With an epic new album, Bob Dylan finally delivers his Nobel lecture
When Bob Dylan finally responded to the Swedish Academy that awarded him the 2016 Nobel Prize for Literature with the required lecture, about six months after the fact, he did so with a rambling, recorded monologue that at its best detailed some of his literary and musical influences and at its worst was a parody of an academic lecture, regurgitating Cliffs Notes-like commentary about “Moby-Dick,” “All Quiet on the Western Front” and “The Odyssey.” It was, in its own way, a very Dylanesque gesture.
With his new album, “Rough and Rowdy Ways,” however, Dylan has delivered a masterful, authoritative song cycle that redeems both the Academy and the man himself with what could well be read as Dylan’s real Nobel Prize responsa. It only makes sense that having been honored for his work as a songwriter, his reply should come in the form of an album of songs.
And oh, what an album it is.
23 years have passed since the release of Dylan’s career-rejuvenating, 1997 “comeback” album, “Time Out of Mind,” which ushered in Dylan’s late period with a doubling down on his obsession with mortality, death, hindsight and apocalypse. While subsequent albums, including 2001’s “Love and Theft” and 2012’s “Tempest” — his most recent album of new songs – were hit-and-miss affairs, with occasional brilliant sparks of genius mixed in with more workmanlike fare, “Rough and Ready Ways” is peak Dylan in every which way.
Dylan sounds more present and immediate on this album than he has in decades. The sound of the recording suggests a level of care and commitment to the studio process and prepared and rehearsed musical arrangements often absent from Dylan’s studio work, which tends more toward documenting one-off, in-studio live performances. The musical arrangements sensitively support his vocals, which while appropriately grizzled for any singer pushing 80 are remarkably sweet and intimate. The half-decade he spent recording three albums of pre-rock pop standards perhaps taught Dylan a new approach to singing. It clearly taught him a new approach to songwriting. The album consists mostly of folk- and pop-influenced ballads with a smattering of blues, but in sum it’s still folk-rock, singer-songwriter, Bob Dylan music.
The album’s 10 songs are tied together thematically and emotionally in a manner not heard since “Time Out of Mind” or 1989’s “Oh Mercy” before that. The narrative persona Dylan assumes here dwells in a liminal space, one between here and there, yesterday and today, and life and beyond. As was hinted at in the few individual tracks that were released over the course of the three months leading up to the full album’s release, Dylan’s thematic and lyrical approach is deliriously allusive. Historical, poetic and musical references abound. You’ve got your Roman legions and the American Civil War. Edgar Allan Poe rubs shoulders with Allen Ginsberg; Elvis duels with Sinatra; Martin Luther King Jr. and John Kennedy fly together; and Anne Frank and Indiana Jones share time and space — not as unusual a juxtaposition as has been suggested elsewhere, since the fictional Jones originally gained fame as a Nazi hunter.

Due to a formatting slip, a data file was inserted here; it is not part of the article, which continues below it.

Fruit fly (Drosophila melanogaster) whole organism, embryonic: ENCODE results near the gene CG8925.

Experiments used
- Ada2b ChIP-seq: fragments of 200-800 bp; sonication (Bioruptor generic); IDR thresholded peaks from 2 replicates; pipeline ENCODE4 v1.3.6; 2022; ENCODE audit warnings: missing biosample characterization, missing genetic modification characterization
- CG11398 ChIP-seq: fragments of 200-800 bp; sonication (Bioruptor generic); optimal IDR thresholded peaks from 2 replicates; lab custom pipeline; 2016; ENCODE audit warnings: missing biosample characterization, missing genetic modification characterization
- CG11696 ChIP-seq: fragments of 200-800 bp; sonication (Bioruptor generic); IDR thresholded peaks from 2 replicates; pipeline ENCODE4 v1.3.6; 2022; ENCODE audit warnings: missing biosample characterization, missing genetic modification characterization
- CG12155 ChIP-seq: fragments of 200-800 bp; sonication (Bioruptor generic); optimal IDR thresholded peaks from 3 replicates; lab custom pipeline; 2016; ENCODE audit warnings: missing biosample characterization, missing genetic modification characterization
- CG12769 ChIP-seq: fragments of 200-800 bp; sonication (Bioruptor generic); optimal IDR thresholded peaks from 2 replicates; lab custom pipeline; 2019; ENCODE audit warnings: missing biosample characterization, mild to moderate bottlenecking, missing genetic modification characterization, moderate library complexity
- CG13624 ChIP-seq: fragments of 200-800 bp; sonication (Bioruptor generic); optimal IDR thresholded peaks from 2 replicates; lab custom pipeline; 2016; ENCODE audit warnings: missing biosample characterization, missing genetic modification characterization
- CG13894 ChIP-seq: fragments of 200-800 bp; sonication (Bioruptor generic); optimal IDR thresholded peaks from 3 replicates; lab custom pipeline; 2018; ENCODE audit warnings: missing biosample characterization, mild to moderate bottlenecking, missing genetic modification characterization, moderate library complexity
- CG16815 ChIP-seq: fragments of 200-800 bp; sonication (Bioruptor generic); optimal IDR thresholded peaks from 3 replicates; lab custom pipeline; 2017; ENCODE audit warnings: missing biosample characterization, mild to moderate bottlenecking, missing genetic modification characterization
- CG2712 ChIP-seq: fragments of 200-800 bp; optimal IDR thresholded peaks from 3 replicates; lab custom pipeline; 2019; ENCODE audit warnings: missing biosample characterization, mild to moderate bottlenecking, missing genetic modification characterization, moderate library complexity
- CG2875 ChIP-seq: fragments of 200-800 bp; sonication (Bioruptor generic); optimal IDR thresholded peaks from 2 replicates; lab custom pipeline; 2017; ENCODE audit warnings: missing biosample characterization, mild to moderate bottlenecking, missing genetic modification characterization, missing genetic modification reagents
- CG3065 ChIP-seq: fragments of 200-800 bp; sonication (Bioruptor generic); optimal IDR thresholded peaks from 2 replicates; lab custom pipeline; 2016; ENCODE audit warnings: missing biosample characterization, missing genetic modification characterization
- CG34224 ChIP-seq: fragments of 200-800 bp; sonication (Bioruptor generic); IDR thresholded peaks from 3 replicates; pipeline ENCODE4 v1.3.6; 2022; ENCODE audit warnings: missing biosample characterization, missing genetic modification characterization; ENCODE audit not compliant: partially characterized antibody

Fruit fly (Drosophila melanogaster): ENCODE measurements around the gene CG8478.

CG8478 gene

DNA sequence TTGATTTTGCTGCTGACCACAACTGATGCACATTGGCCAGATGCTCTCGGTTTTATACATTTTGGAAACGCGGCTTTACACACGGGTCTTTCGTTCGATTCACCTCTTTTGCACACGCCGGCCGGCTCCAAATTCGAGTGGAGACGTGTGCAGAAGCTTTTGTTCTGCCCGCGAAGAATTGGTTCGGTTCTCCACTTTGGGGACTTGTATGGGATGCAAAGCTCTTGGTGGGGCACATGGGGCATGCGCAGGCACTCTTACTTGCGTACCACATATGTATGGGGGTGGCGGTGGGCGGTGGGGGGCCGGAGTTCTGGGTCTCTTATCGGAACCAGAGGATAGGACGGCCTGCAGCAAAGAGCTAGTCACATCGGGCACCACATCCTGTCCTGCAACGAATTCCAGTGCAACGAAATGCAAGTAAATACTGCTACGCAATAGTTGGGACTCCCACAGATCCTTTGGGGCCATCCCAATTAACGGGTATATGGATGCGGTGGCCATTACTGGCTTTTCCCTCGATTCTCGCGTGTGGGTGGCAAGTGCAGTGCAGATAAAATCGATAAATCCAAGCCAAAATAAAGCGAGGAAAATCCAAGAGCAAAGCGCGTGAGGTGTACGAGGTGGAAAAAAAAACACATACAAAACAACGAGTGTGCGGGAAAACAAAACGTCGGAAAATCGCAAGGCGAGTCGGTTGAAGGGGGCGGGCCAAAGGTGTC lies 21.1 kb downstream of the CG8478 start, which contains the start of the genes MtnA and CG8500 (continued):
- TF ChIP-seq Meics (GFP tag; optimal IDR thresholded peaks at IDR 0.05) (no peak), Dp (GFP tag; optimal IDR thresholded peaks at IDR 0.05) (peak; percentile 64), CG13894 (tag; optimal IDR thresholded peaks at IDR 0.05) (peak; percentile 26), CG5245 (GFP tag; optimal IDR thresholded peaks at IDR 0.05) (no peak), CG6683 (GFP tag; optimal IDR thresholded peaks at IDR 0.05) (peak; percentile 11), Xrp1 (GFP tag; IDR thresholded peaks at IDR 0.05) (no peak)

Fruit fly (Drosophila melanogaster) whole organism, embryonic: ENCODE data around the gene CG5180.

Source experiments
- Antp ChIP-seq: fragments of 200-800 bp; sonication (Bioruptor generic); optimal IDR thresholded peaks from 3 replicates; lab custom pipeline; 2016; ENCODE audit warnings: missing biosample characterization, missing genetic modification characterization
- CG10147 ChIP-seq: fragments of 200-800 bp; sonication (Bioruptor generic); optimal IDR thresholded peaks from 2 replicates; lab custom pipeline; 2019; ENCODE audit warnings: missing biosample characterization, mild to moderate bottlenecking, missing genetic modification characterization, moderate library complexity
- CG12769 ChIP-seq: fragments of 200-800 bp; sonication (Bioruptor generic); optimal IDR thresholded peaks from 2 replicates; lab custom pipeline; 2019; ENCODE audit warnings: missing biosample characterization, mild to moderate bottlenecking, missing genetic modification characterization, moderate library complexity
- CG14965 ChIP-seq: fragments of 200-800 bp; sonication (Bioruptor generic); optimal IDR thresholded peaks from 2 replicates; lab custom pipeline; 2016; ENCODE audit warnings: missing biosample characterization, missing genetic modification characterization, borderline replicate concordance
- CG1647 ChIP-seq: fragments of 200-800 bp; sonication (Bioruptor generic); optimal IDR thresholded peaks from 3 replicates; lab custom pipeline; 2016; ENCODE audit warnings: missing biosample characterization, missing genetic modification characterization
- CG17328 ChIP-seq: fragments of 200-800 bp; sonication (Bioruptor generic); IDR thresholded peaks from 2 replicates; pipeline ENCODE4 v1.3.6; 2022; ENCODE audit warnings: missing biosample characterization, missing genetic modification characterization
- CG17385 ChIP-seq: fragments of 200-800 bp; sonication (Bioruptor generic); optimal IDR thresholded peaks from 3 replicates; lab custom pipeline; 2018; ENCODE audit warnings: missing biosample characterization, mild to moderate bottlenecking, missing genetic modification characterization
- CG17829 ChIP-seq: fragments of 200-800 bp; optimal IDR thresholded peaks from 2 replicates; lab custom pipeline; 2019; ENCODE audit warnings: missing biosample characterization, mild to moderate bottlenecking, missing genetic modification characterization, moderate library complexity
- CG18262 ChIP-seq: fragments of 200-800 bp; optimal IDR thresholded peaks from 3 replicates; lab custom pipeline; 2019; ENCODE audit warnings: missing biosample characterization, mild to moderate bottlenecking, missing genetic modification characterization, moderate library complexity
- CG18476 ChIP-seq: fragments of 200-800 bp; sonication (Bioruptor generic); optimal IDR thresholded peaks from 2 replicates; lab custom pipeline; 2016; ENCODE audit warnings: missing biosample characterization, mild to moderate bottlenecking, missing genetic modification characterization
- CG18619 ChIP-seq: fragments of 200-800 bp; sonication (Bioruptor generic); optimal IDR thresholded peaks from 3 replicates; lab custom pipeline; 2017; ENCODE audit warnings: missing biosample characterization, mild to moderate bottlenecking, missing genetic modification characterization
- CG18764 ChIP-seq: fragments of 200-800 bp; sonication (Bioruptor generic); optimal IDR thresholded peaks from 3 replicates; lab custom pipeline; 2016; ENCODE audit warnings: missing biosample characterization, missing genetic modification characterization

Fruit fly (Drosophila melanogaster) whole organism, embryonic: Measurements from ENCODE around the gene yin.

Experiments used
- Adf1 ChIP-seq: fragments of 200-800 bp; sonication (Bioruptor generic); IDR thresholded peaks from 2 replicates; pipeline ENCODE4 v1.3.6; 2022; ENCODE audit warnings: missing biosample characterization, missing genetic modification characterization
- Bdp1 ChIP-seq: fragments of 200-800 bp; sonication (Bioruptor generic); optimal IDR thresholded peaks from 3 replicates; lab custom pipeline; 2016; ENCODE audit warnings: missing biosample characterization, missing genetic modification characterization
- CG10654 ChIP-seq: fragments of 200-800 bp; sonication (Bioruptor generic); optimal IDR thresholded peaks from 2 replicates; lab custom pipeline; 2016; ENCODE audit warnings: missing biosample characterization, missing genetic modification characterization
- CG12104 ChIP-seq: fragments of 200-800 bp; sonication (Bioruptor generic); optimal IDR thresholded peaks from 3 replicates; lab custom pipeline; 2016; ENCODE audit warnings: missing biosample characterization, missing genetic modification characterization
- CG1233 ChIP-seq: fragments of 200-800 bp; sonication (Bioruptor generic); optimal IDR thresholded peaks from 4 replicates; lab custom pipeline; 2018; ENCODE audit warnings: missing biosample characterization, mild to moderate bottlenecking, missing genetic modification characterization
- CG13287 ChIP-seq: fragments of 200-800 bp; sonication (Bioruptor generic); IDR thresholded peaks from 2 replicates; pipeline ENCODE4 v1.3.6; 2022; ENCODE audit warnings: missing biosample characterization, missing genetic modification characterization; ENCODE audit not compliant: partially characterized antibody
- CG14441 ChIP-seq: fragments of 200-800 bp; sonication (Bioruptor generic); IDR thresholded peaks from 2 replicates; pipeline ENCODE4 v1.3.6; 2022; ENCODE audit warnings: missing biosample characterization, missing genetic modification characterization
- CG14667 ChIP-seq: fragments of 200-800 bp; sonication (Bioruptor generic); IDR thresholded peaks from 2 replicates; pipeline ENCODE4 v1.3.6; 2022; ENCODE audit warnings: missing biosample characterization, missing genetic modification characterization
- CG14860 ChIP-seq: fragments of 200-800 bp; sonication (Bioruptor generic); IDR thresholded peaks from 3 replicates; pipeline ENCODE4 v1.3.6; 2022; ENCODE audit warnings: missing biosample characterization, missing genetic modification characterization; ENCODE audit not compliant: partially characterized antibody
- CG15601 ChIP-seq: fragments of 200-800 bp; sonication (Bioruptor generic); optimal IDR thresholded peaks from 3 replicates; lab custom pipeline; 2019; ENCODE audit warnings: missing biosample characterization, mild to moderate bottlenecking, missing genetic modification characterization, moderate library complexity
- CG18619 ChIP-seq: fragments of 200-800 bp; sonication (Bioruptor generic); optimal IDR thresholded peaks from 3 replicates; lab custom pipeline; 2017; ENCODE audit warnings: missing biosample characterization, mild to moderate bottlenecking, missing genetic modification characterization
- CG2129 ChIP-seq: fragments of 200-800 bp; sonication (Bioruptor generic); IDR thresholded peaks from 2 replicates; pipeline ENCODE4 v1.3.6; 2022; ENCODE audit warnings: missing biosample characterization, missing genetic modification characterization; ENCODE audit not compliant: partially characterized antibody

For those keeping track of such things, Dylan will continue to keep people guessing about his religious or theological affiliations. Saints and heart-crossing moments vie for equal time with the “past lives” of “all the Hindu rituals.” Jews and Muslims pray together here. Perhaps as good a description as any of Dylan’s religious leanings comes when he sings, “Give me that old time religion, it’s just what I need,” in “Goodbye Jimmy Reed.” The song’s title and chorus pay homage to the 1950s blues singer and guitarist who greatly influenced early 1960s English blues revival bands (Rolling Stones, Yardbirds) as well as Elvis Presley, Van Morrison, and the Grateful Dead. But the song itself appears to be Dylan at his most autobiographical. Musically, it kicks off with a lick from Dylan’s own “Leopard-Skin Pill-Box Hat” from his 1966 classic album, “Blonde on Blonde.” It turns around one verse later with a hint of “Rainy Day Women No. 12 & 35” – that’s “Everybody Must Get Stoned” to you – also from that same album. Dylan even obliges with a smattering of harmonica. For those who have been pining for a late-career revival of that thin, wild mercury sound of the mid-1960s, here it is.